Moxifloxacin beats clindamycin for some odontogenic infections

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NEW YORK (Reuters Health) - Moxifloxacin was significantly more effective than clindamycin at controlling the pain of odontogenic/gingival inflammatory infiltrates, in a small phase II study by German researchers.

The study's lead author said that based on the results, he would recommend off-label use of moxifloxacin in this setting.

Dr. Georg Cachovan of the University of Hamburg told Reuters Health by e-mail that along with less pain, patients had significantly better and faster overall clinical responses with moxifloxacin than with clindamycin (e.g., improvements in inflammation, fever, lymphadenopathy, and ability to open the mouth).

In patients who had surgery for odontogenic abscesses, however, the two antibiotics were similarly effective.

Dr. Cachovan and colleagues report their multicenter trial in Antimicrobial Agents and Chemotherapy online December 20.

They say moxifloxacin also produced a markedly lower rate of adverse effects than did clindamycin, including nausea and diarrhea (the two most common).

The authors believe they're the first to evaluate moxifloxacin for treating gingival inflammatory infiltrates and to conduct a randomized, double-blind clinical study of moxifloxacin for odontogenic abscesses.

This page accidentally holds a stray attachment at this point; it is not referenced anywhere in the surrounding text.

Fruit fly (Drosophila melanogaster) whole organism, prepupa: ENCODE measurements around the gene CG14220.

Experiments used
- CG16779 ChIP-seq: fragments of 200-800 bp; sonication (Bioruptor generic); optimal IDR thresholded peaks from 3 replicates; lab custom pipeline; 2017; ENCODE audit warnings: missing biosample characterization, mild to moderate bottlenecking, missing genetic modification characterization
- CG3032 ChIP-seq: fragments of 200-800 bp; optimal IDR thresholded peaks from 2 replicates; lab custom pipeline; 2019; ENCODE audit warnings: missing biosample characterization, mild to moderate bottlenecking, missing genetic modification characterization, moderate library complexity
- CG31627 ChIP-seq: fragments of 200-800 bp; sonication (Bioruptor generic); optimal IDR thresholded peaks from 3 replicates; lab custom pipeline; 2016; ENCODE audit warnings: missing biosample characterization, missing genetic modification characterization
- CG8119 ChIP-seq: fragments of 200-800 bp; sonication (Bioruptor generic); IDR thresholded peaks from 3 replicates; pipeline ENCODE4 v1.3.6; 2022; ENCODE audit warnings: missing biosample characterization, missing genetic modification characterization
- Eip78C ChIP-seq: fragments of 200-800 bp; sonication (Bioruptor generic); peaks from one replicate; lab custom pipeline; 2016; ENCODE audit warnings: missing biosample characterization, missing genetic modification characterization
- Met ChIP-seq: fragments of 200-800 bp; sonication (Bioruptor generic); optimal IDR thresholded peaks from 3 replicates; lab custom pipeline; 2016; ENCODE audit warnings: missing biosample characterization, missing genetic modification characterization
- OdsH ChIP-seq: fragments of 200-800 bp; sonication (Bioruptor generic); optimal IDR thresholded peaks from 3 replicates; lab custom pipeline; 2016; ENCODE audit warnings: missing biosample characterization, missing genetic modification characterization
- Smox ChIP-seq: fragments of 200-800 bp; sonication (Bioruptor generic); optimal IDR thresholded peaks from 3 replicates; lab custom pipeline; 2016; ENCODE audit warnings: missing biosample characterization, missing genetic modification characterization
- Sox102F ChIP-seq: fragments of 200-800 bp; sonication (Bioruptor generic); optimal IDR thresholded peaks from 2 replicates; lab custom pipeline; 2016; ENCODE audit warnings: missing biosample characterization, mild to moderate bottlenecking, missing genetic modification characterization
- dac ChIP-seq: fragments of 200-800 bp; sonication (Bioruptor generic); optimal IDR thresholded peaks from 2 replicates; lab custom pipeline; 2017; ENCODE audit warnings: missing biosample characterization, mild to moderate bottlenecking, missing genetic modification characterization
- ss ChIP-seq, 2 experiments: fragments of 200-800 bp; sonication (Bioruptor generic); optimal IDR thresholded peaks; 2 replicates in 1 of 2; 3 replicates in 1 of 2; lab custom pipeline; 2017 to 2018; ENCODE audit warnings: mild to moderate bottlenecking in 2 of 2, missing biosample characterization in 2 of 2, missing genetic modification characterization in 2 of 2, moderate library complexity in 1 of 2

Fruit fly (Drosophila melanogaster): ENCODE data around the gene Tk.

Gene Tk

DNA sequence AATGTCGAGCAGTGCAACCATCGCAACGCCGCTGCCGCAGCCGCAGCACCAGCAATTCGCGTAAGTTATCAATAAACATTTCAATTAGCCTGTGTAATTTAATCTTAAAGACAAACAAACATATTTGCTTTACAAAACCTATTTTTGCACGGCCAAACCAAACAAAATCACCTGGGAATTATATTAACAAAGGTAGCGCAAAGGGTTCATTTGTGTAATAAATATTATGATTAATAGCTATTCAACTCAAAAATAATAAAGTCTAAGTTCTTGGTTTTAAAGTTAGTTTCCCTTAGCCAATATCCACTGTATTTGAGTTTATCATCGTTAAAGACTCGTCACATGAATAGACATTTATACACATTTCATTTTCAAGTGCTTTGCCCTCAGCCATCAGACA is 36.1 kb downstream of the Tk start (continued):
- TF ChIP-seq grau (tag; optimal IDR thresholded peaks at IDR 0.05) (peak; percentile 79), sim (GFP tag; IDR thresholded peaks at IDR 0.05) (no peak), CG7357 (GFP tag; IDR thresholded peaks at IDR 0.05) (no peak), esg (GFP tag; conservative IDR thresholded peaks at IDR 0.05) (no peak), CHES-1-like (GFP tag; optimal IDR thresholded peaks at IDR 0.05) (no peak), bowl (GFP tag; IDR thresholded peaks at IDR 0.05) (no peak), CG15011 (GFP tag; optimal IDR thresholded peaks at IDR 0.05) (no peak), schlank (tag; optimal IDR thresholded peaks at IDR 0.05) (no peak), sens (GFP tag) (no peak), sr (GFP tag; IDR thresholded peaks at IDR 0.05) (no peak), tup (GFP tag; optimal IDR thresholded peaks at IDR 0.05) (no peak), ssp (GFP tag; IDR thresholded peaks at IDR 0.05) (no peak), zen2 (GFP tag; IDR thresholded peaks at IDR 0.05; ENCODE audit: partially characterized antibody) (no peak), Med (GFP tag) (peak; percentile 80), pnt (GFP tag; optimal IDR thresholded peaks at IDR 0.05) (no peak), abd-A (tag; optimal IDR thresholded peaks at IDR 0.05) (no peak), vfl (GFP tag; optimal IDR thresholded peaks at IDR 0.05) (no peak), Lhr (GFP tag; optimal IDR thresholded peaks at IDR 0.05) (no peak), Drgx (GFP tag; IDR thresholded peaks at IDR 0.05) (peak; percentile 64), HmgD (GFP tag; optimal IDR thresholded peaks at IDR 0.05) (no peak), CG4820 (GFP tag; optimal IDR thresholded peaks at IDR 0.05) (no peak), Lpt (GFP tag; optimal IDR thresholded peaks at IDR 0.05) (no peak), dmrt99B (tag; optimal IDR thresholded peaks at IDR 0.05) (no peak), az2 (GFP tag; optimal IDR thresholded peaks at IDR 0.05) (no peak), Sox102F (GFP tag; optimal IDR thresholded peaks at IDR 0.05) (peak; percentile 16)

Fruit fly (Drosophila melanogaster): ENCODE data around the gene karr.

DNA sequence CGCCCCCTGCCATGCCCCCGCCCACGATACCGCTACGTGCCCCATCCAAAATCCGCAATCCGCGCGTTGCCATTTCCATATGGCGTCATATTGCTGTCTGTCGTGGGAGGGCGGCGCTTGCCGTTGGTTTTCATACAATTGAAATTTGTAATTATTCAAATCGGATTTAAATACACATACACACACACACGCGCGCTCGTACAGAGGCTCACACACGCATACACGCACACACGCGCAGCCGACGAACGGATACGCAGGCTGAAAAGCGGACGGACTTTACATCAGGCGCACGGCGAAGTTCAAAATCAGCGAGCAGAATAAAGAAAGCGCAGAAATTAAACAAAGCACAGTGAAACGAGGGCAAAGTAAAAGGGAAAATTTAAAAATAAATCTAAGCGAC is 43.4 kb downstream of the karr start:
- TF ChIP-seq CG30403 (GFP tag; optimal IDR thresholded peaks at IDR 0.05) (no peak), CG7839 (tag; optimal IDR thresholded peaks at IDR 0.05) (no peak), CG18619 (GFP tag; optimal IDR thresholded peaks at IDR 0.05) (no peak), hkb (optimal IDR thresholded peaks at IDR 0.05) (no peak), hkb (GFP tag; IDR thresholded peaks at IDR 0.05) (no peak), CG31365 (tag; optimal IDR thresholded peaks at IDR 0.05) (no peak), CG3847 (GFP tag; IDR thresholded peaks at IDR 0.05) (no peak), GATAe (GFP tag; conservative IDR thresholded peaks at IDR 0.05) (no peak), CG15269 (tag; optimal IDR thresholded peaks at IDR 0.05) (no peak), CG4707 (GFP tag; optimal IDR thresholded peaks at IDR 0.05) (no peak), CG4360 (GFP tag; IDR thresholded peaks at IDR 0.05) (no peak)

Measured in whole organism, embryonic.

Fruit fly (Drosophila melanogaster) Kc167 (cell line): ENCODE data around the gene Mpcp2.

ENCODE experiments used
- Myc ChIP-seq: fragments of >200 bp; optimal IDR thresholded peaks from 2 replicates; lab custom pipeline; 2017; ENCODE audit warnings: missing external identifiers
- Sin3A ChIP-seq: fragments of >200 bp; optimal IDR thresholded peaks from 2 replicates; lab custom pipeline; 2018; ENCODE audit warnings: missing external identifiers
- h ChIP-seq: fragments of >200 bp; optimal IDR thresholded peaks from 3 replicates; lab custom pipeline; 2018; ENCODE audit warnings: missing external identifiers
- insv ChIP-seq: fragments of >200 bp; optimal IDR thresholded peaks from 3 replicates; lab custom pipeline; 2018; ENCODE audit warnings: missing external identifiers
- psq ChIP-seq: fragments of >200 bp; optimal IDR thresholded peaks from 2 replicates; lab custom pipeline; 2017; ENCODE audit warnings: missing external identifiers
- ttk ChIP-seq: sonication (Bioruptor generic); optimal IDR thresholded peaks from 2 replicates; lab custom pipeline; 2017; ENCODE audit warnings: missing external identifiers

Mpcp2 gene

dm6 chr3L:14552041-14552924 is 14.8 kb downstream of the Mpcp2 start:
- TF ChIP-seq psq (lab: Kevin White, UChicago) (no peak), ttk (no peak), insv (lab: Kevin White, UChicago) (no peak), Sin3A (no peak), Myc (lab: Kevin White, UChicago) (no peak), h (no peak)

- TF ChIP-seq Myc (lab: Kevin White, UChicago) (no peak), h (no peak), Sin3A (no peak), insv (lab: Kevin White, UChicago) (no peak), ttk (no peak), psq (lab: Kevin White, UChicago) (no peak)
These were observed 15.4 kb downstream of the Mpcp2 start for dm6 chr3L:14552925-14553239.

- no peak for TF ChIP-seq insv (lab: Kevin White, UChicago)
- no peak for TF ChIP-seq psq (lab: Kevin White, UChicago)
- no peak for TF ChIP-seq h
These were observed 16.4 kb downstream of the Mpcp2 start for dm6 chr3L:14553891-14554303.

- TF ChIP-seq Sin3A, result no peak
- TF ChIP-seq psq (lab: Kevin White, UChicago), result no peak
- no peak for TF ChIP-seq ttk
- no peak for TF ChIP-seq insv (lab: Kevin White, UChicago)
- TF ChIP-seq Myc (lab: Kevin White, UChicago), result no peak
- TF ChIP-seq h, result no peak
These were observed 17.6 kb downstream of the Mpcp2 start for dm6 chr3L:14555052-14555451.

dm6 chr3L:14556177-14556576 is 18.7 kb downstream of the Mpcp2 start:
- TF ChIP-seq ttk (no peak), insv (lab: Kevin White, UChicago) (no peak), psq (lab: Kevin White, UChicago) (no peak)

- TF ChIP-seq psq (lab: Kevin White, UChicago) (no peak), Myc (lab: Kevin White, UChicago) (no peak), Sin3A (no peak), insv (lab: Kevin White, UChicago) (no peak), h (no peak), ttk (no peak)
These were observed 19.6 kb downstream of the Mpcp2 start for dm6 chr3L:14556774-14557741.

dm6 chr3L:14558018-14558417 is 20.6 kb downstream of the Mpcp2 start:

They had 71 evaluable subjects: 40 with gingival inflammatory infiltrates and 31 with dentoalveolar or periodontal abscesses. Patients in each group were randomized separately to receive either oral moxifloxacin 400 mg daily plus placebo four times daily, or clindamycin 300 mg four times daily plus placebo once daily, for five days.

Clindamycin was the comparator medication because in Germany it's the most commonly prescribed drug for odontogenic infections, according to the report. Patients could also receive other interventions, including lavage, surgical incisions, drainage, tooth extraction, debridement, and puncture, as well as analgesia with acetaminophen.

Among patients with infiltrates, the mean pain reduction two or three days after baseline, as measured by a visual analog scale, was significantly larger in patients who had received moxifloxacin. Patients with abscesses also experienced greater pain relief with moxifloxacin, but the difference was not statistically significant.

Treatment with moxifloxacin led to faster clinical improvement than did clindamycin in both groups, although again this was more pronounced in the patients with infiltrates.

The authors suggest that for outpatients in particular, the once-daily dosing of moxifloxacin might enhance compliance.

By Scott Baltic


Antimicrob Agents Chemother 2010.

Last Updated: 2011-01-07 15:36:29 -0400 (Reuters Health)

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